With Venmo accounting for a swiftly growing share of PayPal’s total payment volume, the company’s top brass left no doubt on Thursday they are eager to start making the peer-to-peer payment service start paying its way. “We [now] begin to monetize Venmo,” PayPal chief executive Dan Schulman told equity analysts on an afternoon conference call to discuss the company’s third-quarter performance.
The first step in that movement took place earlier this week with an announcement that as many as 2 million PayPal-accepting merchants are now eligible to take Venmo online and in-app. PayPal will collect the same merchant fees on these transactions as it does for PayPal payments, a fact top executives were quick to emphasize on the call. These fees start at 2.9% plus 30 cents and decline with volume.
That means Venmo, which is free for P2P payments, will start producing measurable income fairly soon, they said. “We do have some modest expectations with respect to Venmo monetization next year,” said John Rainey, PayPal’s chief financial officer. But the margins on Venmo transactions should be better than on regular PayPal payments because the company’s funding costs are lower than they are for the PayPal wallet, which users can fund with credit cards. Funds for the Venmo wallet, almost by definition, come from the user’s friends and family. “The cost per transaction is less,” noted chief operating officer Bill Ready.
All this is important to PayPal because Venmo’s wild growth has it accounting for more and more volume. That’s eating into the companywide share of each transaction that PayPal keeps as revenue, a measure known as the take rate. Venmo generated $9.4 billion in the quarter ended Sept. 30, up from $8 billion in the second quarter and a 93% increase over the same period in 2016. That’s enough to account for 8.25% of the company’s total $114 billion in payment volume.
The take rate, a measure analysts watch closely, came in at 2.84% for the third quarter, down 11 basis points from the June 30 quarter. PayPal blames not only P2P payments, including Venmo, but also the inclusion this quarter of results from TIO Networks, a bill-pay network PayPal acquired earlier this year.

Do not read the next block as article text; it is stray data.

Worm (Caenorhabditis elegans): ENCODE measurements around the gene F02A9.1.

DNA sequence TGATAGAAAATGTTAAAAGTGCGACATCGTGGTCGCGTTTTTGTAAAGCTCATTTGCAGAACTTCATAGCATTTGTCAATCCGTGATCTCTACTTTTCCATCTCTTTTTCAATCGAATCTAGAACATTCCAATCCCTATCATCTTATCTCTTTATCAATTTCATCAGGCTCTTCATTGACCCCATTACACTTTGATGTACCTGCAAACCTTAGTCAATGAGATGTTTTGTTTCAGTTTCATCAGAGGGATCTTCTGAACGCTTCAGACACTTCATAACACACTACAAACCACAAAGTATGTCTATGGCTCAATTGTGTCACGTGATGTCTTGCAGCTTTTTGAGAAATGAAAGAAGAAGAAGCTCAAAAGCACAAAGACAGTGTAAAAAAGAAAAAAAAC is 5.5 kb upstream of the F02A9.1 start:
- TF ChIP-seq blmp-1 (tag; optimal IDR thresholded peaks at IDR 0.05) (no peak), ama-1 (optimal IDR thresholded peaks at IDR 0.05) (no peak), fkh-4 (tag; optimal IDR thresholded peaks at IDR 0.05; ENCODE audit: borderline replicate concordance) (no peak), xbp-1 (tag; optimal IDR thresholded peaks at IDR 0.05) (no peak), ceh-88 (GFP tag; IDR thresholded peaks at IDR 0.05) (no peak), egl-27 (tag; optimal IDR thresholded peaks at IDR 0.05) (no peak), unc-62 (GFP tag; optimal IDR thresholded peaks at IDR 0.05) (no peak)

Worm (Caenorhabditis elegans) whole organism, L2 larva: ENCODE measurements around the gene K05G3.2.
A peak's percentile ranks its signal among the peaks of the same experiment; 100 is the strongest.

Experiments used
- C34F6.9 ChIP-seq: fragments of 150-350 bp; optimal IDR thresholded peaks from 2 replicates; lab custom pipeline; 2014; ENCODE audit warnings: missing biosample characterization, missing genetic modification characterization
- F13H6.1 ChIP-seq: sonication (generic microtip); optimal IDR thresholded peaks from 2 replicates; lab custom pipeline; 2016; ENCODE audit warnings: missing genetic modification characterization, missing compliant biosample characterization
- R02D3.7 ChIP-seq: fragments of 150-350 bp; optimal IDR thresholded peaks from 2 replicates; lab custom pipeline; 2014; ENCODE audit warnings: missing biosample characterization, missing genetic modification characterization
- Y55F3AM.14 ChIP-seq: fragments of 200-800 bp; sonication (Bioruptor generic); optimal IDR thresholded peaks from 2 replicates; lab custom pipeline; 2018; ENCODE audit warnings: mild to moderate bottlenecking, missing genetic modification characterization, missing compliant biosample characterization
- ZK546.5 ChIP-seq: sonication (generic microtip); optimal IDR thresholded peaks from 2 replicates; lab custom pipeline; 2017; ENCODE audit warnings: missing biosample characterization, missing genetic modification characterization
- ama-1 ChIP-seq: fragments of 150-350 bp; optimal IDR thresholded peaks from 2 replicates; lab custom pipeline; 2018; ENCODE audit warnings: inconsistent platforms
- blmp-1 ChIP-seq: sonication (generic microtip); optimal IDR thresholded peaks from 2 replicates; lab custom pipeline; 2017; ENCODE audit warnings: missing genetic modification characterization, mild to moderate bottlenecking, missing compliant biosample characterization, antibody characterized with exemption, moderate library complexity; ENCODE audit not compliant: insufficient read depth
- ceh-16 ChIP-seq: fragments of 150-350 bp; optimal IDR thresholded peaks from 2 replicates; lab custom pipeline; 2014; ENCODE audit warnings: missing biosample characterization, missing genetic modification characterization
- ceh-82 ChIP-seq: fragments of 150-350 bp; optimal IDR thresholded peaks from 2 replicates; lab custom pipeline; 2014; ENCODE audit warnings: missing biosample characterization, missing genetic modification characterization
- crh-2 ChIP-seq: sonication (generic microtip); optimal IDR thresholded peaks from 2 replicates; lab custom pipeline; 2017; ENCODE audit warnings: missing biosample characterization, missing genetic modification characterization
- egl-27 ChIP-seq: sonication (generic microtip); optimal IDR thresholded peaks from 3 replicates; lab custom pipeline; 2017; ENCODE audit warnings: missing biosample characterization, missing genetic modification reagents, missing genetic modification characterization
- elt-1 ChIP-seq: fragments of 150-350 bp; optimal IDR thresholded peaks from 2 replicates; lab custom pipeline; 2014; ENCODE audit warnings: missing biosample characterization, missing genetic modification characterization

But monetizing Venmo is far from the only move Schulman has in mind. As he has indicated in previous earnings calls, he plans to move PayPal to the physical point of sale very soon. With access to tokenization via agreements struck last year with Visa Inc. and Mastercard Inc., he said Thursday, “next year we will start to move into the offline world. Our PayPal wallet will have the capability to be used at the points of sale that have [near-field communication] solutions.”
He’s also open to looking at more acquisition targets. Besides TIO, for which PayPal shelled out $233 million, the company in August agreed to buy Swift Financial Corp., a lender to small businesses, for an undisclosed price. “You can expect us to be acquisitive but in a thoughtful manner,” said Schulman, who pointed to the $7 billion sitting on PayPal’s balance sheet and $3 billion free cash flow.
All in all, the yardsticks by which PayPal measures itself yielded encouraging results for the quarter. Active accounts grew by 26 million year over year, to 218 million, including 200 million consumer accounts and nearly 18 million merchants. Revenue totaled $3.24 billion, compared to $2.67 billion a year ago. While total payment volume was up 30% year over year, mobile volume leapt 54% to $40 billion, and now accounts for more than a third of total volume.
Transactions per active account, a customer-engagement statistic that PayPal watches closely, came in at 32.8, up 9% from 30.2 in the year-ago quarter.